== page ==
If you’re a resident of the UK, a frequent visitor to London, or one of those Hanseatic Anglophiles who’d love nothing more than owning a pied-à-terre in Mayfair and a quaint cottage in Cotswolds but are terrified by the poor state of Britain’s infrastructure, then I have some good news.
Off of the last week’s reports that suggested that some of England’s police services should be privatised (including certain investigations and even beat patrols), I’ve decided to embrace this latest round of out-sourcing of responsibility and will shortly mount a bid to take over the Department for Transport. As the current UK government has made it abundantly clear it’s not interested in maintaining the most basic of services that are expected of a semi-functional state, the next obvious step is to turn all ministries over to the private sector.
While this is certainly an appalling admission of defeat, the only alternative at this point is to do away with democratic process and let the UK go to the highest bidder. As this has already happened in many corners of the country, better to get the ministries auctioned off as swiftly as possible so national debt can be paid down and possibly more dynamic groups can get on with running the country.
The key issue is whether the UK will still be a country or little more than a brand that’s owned by a consortium of investors. As Brand Britain is already a term that’s become a favourite with this nation’s diplomats and related salespeople, there shouldn’t be too much trouble selling the concept. Besides, their views won’t be of much use as the Foreign and Commonwealth Office will attract a host of bidders – mostly from the hotel sector.
The FCO in Whitehall will likely be turned into luxury flats and a hotel. Naturally, the same operator will also overhaul most of the UK’s high profile missions into five-star properties with concierges in charge of routine consular issues – like visa applications and lost passports.
The Department for Culture, Media and Sport will be broken up with various parts being sold off to Live Nation and the Qataris. The Ministry of Defence’s responsibilities will be handed over to a network of security firms, with national defence now the responsibility of a new consortium of ex-Heathrow security staff. Overseas missions will be covered by a special crowdsourcing initiative managed by Alibaba.com. The Department of Health will see a tough fight by the big global pharmaceutical companies but eventually Boots will come out victorious.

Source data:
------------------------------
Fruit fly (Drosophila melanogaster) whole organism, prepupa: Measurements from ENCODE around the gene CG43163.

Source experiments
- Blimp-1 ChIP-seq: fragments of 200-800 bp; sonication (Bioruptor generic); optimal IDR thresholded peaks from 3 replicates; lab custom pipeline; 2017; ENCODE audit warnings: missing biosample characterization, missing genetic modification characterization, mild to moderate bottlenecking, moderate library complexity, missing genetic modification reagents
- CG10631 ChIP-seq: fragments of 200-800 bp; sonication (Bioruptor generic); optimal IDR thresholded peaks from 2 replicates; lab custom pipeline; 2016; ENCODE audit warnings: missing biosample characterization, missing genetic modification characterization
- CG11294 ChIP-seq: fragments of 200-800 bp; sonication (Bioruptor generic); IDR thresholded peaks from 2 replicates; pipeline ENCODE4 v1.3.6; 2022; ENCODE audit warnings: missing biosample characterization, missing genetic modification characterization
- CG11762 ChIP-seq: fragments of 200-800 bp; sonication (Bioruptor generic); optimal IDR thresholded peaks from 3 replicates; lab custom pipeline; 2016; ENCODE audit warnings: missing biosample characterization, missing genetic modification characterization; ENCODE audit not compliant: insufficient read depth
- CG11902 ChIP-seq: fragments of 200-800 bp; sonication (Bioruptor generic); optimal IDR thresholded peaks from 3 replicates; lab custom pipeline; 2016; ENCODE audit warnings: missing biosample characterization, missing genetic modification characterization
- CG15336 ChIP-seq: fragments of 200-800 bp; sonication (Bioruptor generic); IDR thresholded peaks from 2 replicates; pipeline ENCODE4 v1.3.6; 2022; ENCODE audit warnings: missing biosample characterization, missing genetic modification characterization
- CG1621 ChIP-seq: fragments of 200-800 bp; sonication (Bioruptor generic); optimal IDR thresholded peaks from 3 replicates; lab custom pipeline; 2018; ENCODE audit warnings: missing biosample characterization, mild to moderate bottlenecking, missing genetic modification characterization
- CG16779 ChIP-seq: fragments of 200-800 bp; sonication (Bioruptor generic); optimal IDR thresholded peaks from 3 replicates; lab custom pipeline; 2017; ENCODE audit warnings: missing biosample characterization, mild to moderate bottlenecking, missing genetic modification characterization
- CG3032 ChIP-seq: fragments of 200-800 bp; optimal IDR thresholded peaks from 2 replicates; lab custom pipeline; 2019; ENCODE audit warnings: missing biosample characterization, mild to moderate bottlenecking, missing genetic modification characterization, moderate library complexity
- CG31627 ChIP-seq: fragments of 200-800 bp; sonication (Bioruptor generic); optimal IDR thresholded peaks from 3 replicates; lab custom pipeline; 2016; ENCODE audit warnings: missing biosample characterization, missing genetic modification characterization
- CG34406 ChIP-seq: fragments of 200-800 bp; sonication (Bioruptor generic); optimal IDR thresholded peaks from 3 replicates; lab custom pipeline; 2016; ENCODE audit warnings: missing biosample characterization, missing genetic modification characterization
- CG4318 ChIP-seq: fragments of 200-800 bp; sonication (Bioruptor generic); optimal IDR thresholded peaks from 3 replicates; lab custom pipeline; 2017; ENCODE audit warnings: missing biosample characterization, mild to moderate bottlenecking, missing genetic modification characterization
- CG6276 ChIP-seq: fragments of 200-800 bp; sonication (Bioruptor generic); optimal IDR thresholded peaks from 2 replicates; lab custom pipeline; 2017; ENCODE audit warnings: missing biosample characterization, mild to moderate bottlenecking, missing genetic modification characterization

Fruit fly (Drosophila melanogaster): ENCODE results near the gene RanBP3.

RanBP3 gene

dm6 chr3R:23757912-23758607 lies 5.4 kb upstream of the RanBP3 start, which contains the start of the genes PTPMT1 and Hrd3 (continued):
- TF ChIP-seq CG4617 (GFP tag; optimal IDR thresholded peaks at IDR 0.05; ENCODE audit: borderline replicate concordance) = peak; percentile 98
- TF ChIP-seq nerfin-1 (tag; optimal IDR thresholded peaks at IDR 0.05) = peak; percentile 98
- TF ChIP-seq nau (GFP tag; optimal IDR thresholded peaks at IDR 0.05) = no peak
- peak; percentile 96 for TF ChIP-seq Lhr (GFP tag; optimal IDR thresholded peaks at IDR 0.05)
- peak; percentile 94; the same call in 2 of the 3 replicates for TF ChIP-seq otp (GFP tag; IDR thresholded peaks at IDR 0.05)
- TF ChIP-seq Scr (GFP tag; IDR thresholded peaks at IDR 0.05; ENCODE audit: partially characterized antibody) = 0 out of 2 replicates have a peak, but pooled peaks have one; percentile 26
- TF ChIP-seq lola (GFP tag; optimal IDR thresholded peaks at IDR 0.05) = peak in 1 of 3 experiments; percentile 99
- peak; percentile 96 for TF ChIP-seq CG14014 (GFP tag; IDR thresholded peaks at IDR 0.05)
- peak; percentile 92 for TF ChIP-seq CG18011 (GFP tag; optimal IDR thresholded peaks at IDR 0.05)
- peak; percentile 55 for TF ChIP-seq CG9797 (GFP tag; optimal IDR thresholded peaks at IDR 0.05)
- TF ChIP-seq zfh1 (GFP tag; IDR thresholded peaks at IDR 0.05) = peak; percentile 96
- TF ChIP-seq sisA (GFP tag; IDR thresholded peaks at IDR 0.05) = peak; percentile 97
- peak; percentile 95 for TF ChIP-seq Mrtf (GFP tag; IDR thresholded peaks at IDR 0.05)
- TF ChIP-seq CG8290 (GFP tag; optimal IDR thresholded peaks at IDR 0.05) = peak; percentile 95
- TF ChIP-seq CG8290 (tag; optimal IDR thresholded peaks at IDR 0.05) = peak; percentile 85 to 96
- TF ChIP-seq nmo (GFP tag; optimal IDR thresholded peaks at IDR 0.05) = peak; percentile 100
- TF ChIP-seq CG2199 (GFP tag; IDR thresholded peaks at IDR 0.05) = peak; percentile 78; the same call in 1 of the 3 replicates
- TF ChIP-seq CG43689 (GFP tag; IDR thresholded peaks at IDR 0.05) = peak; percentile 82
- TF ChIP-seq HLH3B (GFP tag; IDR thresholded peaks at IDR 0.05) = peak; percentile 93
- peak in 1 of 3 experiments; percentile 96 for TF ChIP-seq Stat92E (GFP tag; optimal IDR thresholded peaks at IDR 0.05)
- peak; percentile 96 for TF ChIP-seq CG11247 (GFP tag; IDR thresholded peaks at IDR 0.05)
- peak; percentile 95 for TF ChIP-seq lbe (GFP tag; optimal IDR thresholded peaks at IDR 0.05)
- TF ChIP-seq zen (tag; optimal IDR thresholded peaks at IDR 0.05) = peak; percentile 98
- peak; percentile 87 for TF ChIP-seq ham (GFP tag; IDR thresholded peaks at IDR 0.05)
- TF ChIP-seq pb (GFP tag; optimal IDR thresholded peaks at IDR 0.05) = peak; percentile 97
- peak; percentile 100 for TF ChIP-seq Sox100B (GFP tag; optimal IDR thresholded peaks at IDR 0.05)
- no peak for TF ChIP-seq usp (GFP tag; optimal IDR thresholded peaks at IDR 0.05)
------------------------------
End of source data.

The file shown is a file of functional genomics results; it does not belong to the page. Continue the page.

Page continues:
As for other departments and ministries, it’s pretty easy to figure out who’ll end up owning what: the Ministry of Justice will be bought by the producers of Judge Judy in the US. All courthouses will be wired to broadcast live around the clock with sponsorship deals from major legal firms. Perhaps the Department of Energy and Climate Change will be sold off to the Norwegians? The Department for Environment, Food and Rural Affairs could be handled by a conglomerate of PepsiCo, McDonald’s and Tesco.
If all of this sounds more than a little absurd, it is. What’s worrying is that nonsensical proposals to hand over policing to private firms can even get as far as potential tender stage.
This column recently argued in favour of the state playing a role in running national airlines in certain cases (a concept that won a lot of support from readers) and there needs to be a much more vigorous debate about how tax dollars are being deployed next to the simplistic wisdom of letting other people do the job.
On Tuesday I had lunch with the editor of one of Germany’s most respected news weeklies and we discussed the state of Brand Britain. Over a plate of rare roast beef and Bratkartoffeln, we touched on the sorry state of the UK’s basic services, the rather late in the day push to launch a ‘Made in Britain’ initiative and the loss of knowledge in maritime technology.
We concluded that it’s important to have a policy of making things and there’s no shame in being a manufacturer of sprockets in rural Bavaria.